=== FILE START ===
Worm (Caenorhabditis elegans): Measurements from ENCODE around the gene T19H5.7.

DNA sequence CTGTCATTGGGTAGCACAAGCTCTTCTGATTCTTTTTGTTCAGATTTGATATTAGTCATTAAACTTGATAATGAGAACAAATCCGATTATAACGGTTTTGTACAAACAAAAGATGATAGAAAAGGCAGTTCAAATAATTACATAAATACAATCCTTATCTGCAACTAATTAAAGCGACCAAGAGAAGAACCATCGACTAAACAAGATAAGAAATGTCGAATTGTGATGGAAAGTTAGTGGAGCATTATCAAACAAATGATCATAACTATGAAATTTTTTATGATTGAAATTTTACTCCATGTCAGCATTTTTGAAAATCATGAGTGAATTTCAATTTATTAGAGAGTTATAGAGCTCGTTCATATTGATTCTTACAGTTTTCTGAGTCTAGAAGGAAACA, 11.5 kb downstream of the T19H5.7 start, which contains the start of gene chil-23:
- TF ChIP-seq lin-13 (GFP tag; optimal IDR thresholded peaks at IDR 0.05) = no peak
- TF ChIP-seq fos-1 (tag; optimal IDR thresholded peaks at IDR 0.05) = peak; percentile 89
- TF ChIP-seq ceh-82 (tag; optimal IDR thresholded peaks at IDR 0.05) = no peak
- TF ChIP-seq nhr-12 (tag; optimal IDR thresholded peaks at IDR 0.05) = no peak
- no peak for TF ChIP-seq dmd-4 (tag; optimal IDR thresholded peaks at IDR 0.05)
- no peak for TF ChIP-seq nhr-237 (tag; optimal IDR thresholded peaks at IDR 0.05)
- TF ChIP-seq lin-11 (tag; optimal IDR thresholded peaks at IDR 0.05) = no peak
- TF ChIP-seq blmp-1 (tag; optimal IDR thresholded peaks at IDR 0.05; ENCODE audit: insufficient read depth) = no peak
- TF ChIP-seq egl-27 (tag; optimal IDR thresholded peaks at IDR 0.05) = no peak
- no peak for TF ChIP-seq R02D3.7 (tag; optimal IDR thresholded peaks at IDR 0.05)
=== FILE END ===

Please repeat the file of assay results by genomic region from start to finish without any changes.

Worm (Caenorhabditis elegans): Measurements from ENCODE around the gene T19H5.7.

DNA sequence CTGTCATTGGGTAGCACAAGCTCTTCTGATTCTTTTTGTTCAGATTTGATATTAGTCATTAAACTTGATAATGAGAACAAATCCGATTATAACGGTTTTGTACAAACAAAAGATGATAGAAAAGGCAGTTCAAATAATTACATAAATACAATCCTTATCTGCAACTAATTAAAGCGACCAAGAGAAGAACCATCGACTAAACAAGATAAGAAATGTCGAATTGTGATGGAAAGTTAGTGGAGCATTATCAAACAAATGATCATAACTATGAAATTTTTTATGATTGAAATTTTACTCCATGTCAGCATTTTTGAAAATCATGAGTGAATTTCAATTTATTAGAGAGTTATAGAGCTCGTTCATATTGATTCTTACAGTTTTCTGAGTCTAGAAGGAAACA, 11.5 kb downstream of the T19H5.7 start, which contains the start of gene chil-23:
- TF ChIP-seq lin-13 (GFP tag; optimal IDR thresholded peaks at IDR 0.05) = no peak
- TF ChIP-seq fos-1 (tag; optimal IDR thresholded peaks at IDR 0.05) = peak; percentile 89
- TF ChIP-seq ceh-82 (tag; optimal IDR thresholded peaks at IDR 0.05) = no peak
- TF ChIP-seq nhr-12 (tag; optimal IDR thresholded peaks at IDR 0.05) = no peak
- no peak for TF ChIP-seq dmd-4 (tag; optimal IDR thresholded peaks at IDR 0.05)
- no peak for TF ChIP-seq nhr-237 (tag; optimal IDR thresholded peaks at IDR 0.05)
- TF ChIP-seq lin-11 (tag; optimal IDR thresholded peaks at IDR 0.05) = no peak
- TF ChIP-seq blmp-1 (tag; optimal IDR thresholded peaks at IDR 0.05; ENCODE audit: insufficient read depth) = no peak
- TF ChIP-seq egl-27 (tag; optimal IDR thresholded peaks at IDR 0.05) = no peak
- no peak for TF ChIP-seq R02D3.7 (tag; optimal IDR thresholded peaks at IDR 0.05)